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August 17, 1988


By CBR Staff Writer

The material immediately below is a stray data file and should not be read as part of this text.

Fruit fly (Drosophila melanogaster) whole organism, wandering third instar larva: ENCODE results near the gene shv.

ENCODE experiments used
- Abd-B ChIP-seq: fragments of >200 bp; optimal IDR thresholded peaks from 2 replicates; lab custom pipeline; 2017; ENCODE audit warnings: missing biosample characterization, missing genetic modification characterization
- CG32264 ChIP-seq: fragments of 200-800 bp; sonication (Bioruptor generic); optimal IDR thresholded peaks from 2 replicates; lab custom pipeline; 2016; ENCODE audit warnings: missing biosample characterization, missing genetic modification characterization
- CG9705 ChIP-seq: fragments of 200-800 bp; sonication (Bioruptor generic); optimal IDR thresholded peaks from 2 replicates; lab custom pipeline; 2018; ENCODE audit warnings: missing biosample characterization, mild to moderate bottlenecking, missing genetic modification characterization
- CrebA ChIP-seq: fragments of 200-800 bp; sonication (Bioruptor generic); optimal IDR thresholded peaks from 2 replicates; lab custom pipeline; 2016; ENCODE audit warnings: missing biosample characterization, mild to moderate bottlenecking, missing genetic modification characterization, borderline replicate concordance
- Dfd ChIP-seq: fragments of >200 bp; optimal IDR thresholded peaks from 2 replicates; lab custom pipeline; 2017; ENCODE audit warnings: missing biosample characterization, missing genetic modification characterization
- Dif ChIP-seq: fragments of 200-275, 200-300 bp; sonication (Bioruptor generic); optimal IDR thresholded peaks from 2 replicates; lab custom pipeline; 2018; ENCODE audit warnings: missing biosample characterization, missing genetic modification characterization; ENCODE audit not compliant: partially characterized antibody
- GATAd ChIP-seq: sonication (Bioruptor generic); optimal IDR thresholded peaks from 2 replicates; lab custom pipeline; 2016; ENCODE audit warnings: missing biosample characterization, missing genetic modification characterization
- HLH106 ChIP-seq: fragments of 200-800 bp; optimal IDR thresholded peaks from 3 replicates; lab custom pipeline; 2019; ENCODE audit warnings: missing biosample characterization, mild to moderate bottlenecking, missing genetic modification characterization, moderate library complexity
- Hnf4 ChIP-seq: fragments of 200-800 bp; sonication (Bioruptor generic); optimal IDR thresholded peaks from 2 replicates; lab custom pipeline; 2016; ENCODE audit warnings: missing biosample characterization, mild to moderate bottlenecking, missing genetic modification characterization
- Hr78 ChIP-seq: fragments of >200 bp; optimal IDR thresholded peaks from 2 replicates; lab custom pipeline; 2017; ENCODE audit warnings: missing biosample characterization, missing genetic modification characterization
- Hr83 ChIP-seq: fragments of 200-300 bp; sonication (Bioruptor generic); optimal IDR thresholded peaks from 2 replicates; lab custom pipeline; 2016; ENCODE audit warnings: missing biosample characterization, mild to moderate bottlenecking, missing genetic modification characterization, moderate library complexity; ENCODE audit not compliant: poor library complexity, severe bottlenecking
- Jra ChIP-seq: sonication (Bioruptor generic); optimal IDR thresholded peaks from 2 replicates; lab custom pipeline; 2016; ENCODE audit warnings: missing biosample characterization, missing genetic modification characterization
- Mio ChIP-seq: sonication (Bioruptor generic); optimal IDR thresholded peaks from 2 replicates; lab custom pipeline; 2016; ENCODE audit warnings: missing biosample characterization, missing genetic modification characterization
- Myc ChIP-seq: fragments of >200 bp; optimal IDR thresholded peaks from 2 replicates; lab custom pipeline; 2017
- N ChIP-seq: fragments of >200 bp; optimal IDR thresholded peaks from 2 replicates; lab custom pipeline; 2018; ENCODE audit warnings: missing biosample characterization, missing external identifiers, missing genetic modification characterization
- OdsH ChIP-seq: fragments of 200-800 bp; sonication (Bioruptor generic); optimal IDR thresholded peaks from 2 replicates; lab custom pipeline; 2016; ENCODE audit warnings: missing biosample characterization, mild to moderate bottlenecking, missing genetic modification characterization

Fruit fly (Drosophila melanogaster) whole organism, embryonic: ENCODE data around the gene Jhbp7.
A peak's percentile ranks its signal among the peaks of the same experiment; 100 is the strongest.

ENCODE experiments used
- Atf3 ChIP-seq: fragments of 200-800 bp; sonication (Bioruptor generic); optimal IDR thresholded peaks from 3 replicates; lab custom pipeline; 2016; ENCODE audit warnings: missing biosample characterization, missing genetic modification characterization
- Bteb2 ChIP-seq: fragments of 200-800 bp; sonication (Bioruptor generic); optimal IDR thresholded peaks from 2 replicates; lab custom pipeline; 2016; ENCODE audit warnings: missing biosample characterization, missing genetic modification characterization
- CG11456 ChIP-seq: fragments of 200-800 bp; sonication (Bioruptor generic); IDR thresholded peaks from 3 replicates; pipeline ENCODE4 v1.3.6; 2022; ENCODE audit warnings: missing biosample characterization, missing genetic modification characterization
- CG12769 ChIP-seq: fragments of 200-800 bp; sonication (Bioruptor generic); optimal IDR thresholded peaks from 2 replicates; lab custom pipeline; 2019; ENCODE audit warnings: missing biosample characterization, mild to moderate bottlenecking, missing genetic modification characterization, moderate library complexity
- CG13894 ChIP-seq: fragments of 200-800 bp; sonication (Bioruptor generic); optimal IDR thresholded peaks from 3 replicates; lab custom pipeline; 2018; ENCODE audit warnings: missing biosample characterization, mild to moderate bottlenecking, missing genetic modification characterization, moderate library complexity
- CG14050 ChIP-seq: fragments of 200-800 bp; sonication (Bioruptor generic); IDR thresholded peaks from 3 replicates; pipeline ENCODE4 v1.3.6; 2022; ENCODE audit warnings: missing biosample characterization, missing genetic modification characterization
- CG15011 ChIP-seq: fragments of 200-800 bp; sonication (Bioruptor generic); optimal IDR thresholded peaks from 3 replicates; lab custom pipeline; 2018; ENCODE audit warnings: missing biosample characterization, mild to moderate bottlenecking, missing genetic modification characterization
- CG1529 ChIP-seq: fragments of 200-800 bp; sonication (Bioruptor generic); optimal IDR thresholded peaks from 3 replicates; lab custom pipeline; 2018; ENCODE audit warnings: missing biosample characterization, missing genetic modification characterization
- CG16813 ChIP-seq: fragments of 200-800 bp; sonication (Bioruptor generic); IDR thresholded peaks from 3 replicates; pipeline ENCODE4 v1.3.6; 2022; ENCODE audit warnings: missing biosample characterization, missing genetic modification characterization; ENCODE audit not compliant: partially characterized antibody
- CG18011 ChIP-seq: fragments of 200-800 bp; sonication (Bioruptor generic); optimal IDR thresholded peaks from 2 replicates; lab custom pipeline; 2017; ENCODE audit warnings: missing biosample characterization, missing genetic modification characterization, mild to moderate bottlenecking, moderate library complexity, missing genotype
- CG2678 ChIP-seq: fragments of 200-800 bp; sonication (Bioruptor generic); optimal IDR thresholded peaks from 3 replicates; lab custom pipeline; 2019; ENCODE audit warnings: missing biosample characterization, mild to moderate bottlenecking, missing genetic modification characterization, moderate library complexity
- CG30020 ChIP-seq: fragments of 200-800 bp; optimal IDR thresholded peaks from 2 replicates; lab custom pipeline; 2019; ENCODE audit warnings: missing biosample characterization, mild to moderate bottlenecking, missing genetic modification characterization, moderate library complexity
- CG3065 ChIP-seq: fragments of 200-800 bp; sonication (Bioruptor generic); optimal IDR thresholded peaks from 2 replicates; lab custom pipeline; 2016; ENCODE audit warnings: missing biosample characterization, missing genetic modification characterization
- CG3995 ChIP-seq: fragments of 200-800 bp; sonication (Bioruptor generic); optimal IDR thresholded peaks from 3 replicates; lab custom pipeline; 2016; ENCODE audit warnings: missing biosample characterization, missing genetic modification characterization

Prime Computer Inc had analysts scurrying to downgrade their forecasts for all minicomputer manufacturers after it came out with a shock warning that its third quarter figures would be at least 20% worse than the consensus forecast on Wall Street, on sales down 2% to 5% compared with the $408m of the second quarter. The warning was issued after the market closed, but caused Prime shares to tumble $1.375 to $12.50 in early trading in New York yesterday. Prime’s guidance implies net of $10.8m at the very best, against $15.9m for the third quarter a year ago. The company accompanied the announcement with several other indications of strain, saying that it had instituted a worldwide hiring freeze which is not to be lifted until the turnover outlook becomes more favourable, and is examining operating expenses for possible delays or cancellations of projects. The company has already abandoned its marketing of the Cydrome minisupercomputer, and last week dumped the orginal – and hardly venerable 16MHz model in its EXL 80386-based line of low-end Unix machines. It also felt constrained to slash prices on the faster two models, with the base price for the 20MHz EXL-320 tumbling by a substantial 31% to $17,900 and the EXL-825 falling 15.25% to $38,900. The factors blamed by the Natick minimaker for its deteriorating outlook include the impact of the shake-up in its worldwide sales force in wake of the Computervision acquisition; a much stronger dependence on non-US business, which is historicalli weak during the summer months; the continuing recovery of the US dol lar; and the persistent sluggish ness of the US minicomputer market. The weakness is occurring in both its General Markets and Computervi sion divisions, although by no means uniformly across the world.

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